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With his laid back, pithy way with a song, Bryan Anthony visits a play list of standards for his initial album. Not the strong baritone of a Vic Damone or Tony Bennett, Anthony relies on style which emphasizes sentimentality, romance and elegance as he delivers on this set of standards in a pleasant soothing manner. Anthony is not going to blow away your speakers. He also has a very personal way of delivering the tune as if you were the sole person in the listening audience. He engages very direct and well. With his light voice (coming from a singer who sounds as if he is on his early 20's) he handles such songs as "My Foolish Heart", "Oh! Look At Me Now" (without the Sinatra oomph and bounce) and "The Nearness of You" with a high level hopefulness and naivete, which I found refreshing. But he can swing in something less than a boisterous manner on such cuts as "On the Road to Mandalay"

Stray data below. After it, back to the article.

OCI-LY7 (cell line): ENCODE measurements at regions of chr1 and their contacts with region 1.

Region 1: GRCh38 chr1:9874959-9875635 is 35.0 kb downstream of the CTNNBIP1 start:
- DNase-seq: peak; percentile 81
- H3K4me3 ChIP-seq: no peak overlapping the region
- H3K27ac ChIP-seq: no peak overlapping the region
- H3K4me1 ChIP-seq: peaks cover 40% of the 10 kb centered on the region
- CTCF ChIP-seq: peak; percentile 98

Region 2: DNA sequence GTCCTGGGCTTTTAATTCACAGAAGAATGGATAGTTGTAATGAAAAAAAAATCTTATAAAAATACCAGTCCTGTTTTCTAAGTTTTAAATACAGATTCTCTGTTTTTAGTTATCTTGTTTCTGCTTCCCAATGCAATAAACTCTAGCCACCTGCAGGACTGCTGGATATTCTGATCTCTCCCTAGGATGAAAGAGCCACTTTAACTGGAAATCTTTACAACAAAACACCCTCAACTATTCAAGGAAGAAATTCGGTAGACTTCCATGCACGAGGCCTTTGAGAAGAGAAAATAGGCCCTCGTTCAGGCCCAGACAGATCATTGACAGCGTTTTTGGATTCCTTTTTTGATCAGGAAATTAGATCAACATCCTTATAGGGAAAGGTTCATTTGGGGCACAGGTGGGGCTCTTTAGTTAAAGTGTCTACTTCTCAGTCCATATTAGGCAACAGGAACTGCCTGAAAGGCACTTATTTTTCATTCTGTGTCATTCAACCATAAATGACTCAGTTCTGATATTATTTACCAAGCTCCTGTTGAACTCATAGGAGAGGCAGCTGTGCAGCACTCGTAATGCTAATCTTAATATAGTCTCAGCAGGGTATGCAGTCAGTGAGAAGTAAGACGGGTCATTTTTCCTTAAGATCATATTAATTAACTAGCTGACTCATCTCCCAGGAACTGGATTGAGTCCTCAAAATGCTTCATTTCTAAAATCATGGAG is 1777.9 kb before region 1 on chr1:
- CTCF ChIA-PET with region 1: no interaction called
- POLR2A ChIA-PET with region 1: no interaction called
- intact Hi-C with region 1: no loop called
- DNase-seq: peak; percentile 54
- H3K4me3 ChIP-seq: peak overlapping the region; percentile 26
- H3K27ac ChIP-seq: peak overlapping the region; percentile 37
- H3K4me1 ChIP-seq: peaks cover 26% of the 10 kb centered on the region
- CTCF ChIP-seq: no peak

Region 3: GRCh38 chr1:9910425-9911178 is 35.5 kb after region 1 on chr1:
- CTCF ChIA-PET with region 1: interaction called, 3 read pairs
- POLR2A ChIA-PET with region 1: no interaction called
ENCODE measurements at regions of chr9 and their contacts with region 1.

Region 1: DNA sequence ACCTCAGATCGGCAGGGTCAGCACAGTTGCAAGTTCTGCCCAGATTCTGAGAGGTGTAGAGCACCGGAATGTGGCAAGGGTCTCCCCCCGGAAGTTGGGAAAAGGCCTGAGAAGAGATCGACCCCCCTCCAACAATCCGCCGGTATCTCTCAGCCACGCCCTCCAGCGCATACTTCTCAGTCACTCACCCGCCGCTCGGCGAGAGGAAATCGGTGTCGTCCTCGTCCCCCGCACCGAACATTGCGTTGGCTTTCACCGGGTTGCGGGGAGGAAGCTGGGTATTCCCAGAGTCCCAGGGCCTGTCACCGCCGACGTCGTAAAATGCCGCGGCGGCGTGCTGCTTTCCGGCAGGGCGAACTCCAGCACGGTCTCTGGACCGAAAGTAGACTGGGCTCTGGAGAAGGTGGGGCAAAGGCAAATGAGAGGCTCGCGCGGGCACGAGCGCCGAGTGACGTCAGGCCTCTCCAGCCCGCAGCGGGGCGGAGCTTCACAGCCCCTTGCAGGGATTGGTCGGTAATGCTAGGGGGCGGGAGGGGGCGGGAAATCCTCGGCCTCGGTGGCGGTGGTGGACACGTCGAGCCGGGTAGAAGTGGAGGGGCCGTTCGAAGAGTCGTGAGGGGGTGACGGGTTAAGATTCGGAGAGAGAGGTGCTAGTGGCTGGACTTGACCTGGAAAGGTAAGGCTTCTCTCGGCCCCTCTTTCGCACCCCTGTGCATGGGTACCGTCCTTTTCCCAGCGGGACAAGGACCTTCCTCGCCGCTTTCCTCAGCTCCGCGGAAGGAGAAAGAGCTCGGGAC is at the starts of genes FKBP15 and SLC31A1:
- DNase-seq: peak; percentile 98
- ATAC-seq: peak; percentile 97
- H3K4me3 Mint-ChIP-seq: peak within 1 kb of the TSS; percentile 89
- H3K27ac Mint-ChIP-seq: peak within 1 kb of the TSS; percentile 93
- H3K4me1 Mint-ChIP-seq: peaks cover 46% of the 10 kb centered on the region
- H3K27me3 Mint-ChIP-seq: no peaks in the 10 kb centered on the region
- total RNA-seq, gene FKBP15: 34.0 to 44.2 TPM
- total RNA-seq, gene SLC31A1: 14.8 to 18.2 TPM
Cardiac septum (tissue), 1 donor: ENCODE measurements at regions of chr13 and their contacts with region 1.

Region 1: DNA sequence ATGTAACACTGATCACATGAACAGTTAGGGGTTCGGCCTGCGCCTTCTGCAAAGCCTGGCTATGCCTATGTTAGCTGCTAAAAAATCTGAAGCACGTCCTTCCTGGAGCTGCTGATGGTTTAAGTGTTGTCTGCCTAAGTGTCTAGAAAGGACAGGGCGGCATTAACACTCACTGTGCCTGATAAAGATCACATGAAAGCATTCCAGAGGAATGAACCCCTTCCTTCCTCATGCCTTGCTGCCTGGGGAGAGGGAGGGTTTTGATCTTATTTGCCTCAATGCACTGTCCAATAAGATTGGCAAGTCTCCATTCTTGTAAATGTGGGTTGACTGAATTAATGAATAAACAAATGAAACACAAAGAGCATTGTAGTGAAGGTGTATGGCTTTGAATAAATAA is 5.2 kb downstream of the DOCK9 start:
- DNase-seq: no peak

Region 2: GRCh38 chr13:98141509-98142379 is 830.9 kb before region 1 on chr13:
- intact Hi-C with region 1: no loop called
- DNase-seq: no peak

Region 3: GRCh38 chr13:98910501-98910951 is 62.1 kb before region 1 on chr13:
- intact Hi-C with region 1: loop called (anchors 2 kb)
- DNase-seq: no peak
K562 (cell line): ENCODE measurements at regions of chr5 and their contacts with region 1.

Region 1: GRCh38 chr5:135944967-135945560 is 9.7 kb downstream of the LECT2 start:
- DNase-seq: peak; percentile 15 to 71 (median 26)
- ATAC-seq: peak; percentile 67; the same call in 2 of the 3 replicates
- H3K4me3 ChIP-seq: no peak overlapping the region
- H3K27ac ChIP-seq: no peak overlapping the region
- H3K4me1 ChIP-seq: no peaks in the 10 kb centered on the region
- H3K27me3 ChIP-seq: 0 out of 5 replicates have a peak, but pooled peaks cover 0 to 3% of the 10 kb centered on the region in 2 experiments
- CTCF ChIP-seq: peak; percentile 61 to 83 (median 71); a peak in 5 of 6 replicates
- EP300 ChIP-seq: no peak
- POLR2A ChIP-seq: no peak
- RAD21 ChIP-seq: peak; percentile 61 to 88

Helping to make this CD a pretty good vocal buy is the quality of the people who are on this set with Anthony. Special note has to be made of the contributions of pianist Pete Malinverni (who has made several fine trio albums of his own) and tenor saxophonist, Jason Rigby. Look at Me Now offers around 45 minutes of a captivating mix of vocals and instrumental work. More about NuJazzCity can be found at www.NuJazzCity.com.
Track Listing: Oh! Look At Me Now; The Nearness of You; Change Partners; My Blue Heaven; I Fall in Love too Easily; Bewitched; On the Road to Mandalay; Dindi; My Foolish Heart; I Didn't Know What Time It Was; Talk to Me; Let's Get Away from It All
Personnel: Bryan Anthony - Vocals; Pete Malinverni - Piano; Phil Palombi - Bass; Greg Parnell - Drums; Jason Rigby - Tenor Sax
Year Released: 2002
| Record Label: NuJazzCity
| Style: Vocal
I love jazz because anything is possible; it has few rules and the best jazz breaks those ones. I prefer free improv because it doesn't really have any rules at all.
I was first exposed to jazz in my teens (in the late sixties).
The first jazz record I bought was Filles de Kilimanjaro by Miles Davis, shortly followed by Extrapolation by John McLaughlin.
My advice to new listeners is to listen as widely as possible and not to make snap judgments--stick with it.